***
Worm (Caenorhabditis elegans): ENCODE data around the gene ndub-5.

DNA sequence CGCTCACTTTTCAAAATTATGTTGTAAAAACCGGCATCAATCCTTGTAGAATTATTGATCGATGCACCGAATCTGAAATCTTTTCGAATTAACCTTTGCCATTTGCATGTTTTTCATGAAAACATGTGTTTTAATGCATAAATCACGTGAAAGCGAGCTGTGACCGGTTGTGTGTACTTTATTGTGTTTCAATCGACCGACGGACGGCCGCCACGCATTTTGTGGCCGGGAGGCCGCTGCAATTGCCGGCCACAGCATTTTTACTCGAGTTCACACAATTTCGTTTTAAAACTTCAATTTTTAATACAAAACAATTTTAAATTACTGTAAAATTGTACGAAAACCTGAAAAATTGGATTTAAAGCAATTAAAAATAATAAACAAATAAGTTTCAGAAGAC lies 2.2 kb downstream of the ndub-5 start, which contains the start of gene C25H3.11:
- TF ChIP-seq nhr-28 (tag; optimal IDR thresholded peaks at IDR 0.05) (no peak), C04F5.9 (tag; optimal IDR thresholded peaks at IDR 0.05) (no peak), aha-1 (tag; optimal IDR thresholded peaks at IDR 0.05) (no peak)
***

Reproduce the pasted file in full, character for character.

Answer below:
Worm (Caenorhabditis elegans): ENCODE data around the gene ndub-5.

DNA sequence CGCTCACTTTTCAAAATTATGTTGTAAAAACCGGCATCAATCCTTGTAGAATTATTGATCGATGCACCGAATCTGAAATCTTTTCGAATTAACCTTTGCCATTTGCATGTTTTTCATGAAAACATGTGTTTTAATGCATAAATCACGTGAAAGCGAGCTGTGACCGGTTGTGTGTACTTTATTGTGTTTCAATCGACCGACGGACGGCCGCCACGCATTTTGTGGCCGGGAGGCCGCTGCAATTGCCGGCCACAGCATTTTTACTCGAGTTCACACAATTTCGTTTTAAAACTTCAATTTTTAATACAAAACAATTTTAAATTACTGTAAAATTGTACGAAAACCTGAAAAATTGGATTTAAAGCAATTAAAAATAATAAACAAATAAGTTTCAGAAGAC lies 2.2 kb downstream of the ndub-5 start, which contains the start of gene C25H3.11:
- TF ChIP-seq nhr-28 (tag; optimal IDR thresholded peaks at IDR 0.05) (no peak), C04F5.9 (tag; optimal IDR thresholded peaks at IDR 0.05) (no peak), aha-1 (tag; optimal IDR thresholded peaks at IDR 0.05) (no peak)